The newer macbook pros connect all on one side, but not the newer MB Airs. This alone had me considering getting a new MB Pro, just so I could bundle all of the wires together (damn the RF interference and 1/2 speed ahead!) and keep them from cluttering my desk quite so much as they do now. Of course, the price forced me to reconsider this ill-advised splurge while my old machine is still happily putting up with my abuse.

If I only had ONE cable to connect when I sat down to my desk, and the rest could be either at the edge, or even behind my desk, I would gladly upgrade sooner rather than later.

Prior to Apple pushing to make the mouse and GUI a universal standard these technologies were limited to the back offices of Xerox (the guys who actually did invent them). The Lisa and the first lines of Mac computers pushed them to the forefront.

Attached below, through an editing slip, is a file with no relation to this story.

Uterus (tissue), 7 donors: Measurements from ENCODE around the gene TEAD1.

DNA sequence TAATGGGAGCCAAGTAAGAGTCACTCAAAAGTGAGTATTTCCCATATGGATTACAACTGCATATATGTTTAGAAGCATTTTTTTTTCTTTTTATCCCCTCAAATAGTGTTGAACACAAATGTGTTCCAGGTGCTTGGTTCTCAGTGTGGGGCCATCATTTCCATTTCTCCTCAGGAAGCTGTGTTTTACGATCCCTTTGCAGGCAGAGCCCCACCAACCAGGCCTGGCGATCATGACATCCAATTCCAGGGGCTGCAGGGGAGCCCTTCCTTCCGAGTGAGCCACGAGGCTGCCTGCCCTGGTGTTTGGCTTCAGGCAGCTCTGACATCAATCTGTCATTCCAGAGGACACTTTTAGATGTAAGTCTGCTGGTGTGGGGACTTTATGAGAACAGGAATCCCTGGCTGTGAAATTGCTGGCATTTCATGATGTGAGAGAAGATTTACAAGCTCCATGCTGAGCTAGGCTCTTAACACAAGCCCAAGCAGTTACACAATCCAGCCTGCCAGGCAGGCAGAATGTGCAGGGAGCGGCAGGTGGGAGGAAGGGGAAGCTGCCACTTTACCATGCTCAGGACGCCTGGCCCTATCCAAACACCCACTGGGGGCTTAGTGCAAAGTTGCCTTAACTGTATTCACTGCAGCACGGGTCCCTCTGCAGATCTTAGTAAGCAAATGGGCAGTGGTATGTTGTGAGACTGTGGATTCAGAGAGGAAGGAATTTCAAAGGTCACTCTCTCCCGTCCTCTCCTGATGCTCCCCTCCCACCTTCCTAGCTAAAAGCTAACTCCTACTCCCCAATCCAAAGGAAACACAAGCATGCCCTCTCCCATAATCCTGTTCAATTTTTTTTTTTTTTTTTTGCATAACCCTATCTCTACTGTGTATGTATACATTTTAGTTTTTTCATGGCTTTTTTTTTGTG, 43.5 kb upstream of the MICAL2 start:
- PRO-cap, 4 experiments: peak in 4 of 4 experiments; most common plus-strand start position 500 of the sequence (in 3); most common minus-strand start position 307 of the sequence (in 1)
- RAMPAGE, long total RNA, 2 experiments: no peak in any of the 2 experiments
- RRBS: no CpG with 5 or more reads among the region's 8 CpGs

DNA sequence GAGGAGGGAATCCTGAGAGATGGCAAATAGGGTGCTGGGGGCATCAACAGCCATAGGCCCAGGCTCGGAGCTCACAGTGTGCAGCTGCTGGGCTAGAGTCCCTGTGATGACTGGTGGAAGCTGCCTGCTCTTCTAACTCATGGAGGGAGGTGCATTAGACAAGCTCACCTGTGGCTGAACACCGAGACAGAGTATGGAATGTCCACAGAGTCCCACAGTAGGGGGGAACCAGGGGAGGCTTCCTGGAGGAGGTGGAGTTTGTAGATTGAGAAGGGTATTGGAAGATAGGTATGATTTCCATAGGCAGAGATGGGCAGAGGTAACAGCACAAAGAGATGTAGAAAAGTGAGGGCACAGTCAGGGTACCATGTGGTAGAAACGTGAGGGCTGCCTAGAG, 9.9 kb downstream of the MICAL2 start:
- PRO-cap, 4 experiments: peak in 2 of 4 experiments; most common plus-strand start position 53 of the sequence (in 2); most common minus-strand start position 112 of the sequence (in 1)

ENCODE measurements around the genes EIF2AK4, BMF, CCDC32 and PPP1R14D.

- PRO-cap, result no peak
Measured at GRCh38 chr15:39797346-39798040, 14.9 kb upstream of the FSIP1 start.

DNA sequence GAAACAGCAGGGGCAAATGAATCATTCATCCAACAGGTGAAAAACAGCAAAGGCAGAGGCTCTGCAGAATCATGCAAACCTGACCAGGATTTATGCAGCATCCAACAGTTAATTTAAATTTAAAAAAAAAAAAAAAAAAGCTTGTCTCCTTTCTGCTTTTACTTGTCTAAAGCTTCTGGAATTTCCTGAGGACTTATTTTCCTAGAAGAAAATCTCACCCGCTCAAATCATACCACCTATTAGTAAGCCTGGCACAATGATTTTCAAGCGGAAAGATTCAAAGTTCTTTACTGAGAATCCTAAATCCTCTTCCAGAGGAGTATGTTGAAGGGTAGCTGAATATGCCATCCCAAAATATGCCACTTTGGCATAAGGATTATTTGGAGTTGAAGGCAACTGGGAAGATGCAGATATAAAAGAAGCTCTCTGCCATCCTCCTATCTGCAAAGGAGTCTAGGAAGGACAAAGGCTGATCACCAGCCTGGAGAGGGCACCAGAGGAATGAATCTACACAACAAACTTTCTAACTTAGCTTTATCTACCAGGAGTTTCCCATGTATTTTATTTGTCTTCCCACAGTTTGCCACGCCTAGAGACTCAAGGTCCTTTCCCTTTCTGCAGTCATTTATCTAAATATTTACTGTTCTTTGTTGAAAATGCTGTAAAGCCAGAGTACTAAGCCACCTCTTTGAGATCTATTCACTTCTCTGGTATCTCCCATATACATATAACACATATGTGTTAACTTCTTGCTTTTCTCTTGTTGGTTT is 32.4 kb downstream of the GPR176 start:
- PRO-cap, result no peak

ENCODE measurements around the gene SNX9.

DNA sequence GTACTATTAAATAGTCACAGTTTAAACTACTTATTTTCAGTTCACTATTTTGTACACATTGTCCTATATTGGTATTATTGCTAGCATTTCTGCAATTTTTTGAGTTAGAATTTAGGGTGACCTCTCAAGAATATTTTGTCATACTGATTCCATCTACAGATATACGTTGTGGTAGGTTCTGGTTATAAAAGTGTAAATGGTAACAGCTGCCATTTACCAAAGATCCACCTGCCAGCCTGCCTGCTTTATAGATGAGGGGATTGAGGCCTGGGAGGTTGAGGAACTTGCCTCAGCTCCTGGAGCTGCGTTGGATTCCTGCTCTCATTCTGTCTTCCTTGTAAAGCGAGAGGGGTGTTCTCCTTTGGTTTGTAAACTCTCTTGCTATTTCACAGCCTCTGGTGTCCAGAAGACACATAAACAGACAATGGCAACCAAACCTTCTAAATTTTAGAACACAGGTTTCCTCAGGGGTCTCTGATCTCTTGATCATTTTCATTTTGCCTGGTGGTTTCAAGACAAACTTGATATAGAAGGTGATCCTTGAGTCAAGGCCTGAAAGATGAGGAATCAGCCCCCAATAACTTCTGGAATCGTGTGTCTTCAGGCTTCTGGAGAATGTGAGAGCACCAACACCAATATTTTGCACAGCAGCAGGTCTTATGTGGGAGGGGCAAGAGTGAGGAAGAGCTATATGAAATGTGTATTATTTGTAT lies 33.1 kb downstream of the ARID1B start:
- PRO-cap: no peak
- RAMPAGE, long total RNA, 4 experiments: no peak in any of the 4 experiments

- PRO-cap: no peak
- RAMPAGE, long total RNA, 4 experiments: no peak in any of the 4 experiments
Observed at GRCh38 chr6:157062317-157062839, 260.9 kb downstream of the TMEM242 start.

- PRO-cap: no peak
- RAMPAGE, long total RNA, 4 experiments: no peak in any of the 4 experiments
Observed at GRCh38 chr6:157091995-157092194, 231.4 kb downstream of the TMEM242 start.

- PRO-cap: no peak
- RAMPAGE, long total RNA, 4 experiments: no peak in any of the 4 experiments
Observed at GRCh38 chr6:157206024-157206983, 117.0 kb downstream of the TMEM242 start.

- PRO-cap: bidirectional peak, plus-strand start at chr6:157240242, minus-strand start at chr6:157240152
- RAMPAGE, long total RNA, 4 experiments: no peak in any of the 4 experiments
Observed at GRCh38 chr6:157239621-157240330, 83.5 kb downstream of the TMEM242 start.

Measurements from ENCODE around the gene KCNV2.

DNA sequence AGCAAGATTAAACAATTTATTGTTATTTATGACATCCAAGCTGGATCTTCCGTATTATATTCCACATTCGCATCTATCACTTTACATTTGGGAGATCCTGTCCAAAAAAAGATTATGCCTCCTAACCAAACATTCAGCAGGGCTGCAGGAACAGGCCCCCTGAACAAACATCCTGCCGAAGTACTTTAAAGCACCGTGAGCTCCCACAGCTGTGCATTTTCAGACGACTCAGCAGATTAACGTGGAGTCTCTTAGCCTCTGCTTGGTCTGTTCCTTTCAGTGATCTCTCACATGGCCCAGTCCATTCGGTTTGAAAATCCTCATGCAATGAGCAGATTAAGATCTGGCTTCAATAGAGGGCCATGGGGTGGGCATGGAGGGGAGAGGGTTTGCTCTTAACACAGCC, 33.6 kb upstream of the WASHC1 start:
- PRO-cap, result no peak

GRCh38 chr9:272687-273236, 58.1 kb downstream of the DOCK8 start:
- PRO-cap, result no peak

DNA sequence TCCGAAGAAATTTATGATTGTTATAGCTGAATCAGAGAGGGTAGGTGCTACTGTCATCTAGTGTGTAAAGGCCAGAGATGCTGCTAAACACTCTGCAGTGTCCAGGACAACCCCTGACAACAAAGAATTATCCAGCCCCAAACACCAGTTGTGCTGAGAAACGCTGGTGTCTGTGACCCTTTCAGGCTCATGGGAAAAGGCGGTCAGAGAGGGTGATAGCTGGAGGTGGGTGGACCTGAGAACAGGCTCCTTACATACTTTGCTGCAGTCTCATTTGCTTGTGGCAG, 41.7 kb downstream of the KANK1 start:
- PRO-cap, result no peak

As to firewire, this is still the de-facto standard for ultra high end IO interfaces. Think massively multi-channel audio and video capture and arrays. Your suggestion that “consumer” adoption is the metric for becoming an universal standard would mean that betamax, Hi-8, ADAT, and 2" tape were never standard in the audio-video industry.

And if that doesn’t convince you that Apple does push to make “universal standards” look at the iPod and iPhone. If the interface and method of operations were not pushed by apple then there would be no Android (with its app store), Google TV, etc.